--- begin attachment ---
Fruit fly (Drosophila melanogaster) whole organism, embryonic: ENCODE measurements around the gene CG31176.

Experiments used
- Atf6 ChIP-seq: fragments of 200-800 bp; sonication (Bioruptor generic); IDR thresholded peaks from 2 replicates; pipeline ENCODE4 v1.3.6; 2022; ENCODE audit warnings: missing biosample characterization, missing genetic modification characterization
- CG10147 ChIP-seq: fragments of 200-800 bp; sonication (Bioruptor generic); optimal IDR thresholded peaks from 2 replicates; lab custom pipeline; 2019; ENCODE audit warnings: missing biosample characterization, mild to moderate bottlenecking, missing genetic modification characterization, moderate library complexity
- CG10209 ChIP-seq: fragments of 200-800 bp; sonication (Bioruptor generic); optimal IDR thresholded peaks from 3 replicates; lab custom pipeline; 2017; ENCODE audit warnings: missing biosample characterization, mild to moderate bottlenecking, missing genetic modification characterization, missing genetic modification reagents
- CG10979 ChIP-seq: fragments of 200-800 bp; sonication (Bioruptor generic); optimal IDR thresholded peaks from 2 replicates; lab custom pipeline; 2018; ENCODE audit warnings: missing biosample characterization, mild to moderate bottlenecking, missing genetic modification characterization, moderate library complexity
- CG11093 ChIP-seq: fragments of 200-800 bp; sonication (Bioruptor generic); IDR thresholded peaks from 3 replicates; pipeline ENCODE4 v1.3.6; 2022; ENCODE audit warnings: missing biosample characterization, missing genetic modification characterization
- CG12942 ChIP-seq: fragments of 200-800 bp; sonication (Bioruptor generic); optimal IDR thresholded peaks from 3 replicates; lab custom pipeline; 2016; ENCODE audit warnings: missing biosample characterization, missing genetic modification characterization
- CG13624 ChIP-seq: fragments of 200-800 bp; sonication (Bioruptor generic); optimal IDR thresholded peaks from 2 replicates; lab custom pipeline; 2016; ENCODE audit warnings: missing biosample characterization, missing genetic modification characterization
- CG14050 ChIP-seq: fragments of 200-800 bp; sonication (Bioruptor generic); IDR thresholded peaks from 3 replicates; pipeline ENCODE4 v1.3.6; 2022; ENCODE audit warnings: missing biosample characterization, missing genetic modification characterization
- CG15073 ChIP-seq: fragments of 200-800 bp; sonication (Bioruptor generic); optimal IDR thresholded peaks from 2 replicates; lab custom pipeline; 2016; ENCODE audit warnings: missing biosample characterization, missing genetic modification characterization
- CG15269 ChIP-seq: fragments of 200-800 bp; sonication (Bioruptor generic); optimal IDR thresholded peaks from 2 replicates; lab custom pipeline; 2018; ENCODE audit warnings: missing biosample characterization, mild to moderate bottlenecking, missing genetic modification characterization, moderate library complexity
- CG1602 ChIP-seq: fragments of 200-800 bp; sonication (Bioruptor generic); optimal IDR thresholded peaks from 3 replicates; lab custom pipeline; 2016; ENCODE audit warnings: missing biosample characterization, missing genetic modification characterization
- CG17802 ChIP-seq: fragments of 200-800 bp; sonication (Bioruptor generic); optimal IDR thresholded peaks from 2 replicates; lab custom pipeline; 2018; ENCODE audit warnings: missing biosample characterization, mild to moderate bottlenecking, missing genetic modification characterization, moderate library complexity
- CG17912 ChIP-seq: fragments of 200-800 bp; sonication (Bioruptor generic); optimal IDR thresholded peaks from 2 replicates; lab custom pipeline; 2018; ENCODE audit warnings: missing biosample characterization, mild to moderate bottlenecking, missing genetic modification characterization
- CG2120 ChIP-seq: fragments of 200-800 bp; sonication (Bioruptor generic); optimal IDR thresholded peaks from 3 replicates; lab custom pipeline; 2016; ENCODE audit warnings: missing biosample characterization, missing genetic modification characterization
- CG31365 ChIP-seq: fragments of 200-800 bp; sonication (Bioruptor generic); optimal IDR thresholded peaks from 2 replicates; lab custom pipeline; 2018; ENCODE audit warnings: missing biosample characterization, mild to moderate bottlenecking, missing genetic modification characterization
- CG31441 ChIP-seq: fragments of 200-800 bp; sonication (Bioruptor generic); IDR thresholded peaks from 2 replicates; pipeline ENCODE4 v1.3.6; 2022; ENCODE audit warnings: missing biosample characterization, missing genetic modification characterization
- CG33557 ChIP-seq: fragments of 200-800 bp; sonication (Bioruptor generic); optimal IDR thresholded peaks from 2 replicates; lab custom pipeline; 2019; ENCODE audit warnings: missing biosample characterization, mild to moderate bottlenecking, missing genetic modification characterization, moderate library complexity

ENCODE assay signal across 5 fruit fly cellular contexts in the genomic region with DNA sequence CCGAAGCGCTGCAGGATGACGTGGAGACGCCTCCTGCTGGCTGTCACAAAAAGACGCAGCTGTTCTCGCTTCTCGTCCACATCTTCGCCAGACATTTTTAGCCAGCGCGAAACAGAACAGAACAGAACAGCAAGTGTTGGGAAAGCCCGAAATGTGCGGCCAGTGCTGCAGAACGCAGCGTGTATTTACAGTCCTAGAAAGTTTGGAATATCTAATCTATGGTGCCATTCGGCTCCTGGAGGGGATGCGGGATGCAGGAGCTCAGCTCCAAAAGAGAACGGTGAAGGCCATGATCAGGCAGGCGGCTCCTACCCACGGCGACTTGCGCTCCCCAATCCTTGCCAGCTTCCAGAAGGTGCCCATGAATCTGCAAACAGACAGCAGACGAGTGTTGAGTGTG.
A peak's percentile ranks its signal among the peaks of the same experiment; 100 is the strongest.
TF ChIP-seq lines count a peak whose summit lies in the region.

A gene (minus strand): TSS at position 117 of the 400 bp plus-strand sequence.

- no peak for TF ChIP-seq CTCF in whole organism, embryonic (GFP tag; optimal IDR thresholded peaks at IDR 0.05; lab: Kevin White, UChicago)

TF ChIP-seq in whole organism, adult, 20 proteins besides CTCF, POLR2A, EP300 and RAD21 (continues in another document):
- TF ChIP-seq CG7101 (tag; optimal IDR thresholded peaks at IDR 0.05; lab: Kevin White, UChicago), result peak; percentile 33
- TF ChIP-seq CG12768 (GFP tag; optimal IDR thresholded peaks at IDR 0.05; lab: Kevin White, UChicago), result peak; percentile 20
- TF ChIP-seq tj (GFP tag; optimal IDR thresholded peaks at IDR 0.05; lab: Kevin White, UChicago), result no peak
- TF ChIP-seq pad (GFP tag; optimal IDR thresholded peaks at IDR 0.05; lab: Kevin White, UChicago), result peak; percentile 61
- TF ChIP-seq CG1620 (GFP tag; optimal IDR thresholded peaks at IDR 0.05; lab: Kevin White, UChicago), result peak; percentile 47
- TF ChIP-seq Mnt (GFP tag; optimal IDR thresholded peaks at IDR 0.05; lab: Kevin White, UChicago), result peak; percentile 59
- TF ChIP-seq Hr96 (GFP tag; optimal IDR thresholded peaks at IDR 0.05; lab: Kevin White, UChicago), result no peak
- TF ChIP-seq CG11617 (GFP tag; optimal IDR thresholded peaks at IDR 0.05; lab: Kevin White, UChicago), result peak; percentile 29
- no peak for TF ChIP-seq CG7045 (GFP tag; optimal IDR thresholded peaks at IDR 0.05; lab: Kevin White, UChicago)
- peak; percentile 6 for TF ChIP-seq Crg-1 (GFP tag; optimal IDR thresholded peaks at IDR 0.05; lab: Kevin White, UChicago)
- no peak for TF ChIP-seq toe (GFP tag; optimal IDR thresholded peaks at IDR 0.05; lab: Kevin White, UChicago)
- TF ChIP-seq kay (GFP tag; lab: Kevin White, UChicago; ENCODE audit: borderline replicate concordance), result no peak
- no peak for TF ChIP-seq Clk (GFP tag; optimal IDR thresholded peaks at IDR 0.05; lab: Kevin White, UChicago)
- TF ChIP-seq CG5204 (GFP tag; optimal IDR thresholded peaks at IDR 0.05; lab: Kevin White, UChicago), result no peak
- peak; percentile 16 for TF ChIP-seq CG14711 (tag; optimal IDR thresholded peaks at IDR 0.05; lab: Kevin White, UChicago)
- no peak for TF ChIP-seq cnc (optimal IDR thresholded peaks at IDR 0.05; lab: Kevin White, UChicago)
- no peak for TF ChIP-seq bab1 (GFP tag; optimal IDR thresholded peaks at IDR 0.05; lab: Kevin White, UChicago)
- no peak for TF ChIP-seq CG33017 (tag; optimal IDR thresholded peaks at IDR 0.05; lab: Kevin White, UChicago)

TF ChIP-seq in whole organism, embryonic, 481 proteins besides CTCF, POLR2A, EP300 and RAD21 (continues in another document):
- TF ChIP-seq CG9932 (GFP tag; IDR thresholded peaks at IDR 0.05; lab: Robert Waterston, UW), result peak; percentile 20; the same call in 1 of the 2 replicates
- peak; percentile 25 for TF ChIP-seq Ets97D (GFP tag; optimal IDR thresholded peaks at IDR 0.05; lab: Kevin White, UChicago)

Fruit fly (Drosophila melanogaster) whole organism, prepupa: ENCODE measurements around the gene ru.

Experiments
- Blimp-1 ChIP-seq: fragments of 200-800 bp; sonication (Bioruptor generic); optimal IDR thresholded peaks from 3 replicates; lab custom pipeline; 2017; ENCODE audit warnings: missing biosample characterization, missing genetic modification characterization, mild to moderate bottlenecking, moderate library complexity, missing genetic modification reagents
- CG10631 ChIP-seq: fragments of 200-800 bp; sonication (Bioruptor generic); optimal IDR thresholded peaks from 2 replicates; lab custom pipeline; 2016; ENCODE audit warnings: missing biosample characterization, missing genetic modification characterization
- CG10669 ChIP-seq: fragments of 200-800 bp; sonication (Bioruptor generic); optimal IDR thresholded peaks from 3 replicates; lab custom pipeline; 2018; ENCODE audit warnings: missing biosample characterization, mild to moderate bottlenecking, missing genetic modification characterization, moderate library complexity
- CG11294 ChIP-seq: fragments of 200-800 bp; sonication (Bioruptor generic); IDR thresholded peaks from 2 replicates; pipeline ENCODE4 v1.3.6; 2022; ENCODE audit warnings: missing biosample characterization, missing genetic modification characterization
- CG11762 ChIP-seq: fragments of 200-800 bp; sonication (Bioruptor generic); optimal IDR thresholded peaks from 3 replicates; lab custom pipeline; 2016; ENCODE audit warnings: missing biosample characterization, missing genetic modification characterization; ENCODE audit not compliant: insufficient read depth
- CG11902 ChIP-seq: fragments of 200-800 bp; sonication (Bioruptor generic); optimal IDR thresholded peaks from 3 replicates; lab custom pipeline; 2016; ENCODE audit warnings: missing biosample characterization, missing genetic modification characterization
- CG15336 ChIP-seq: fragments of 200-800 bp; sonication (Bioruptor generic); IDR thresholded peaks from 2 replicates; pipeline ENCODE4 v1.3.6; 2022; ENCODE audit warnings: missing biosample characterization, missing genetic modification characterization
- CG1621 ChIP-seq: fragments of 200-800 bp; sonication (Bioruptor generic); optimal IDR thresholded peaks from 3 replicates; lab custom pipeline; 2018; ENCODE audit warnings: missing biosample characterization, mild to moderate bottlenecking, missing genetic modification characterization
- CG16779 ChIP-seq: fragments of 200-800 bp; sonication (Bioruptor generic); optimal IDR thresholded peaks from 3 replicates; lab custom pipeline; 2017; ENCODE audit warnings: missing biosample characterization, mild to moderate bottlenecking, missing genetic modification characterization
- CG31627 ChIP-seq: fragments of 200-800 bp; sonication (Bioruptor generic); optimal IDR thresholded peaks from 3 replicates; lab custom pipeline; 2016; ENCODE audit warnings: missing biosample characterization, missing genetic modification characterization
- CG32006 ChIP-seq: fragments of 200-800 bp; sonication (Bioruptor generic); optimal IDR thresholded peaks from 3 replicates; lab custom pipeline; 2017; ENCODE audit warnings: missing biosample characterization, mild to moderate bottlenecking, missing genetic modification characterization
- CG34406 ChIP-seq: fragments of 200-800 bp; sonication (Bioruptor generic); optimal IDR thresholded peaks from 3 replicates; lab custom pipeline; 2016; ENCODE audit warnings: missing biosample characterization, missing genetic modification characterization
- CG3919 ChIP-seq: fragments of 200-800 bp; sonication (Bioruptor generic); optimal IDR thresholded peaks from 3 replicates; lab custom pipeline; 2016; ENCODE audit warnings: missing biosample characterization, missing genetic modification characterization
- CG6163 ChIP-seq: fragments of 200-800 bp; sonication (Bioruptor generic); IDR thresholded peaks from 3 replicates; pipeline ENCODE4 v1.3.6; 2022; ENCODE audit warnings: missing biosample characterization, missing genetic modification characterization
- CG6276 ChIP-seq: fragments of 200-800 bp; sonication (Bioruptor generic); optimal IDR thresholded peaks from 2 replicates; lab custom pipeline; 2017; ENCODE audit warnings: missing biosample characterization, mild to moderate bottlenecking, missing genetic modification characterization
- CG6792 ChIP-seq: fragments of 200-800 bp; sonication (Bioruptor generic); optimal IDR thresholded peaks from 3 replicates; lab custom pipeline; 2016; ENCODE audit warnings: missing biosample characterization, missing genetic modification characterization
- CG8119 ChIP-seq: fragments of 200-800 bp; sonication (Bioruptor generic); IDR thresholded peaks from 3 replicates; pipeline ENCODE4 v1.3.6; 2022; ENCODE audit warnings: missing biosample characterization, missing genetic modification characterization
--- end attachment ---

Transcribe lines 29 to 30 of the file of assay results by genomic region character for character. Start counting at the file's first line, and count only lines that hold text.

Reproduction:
- TF ChIP-seq pad (GFP tag; optimal IDR thresholded peaks at IDR 0.05; lab: Kevin White, UChicago), result peak; percentile 61
- TF ChIP-seq CG1620 (GFP tag; optimal IDR thresholded peaks at IDR 0.05; lab: Kevin White, UChicago), result peak; percentile 47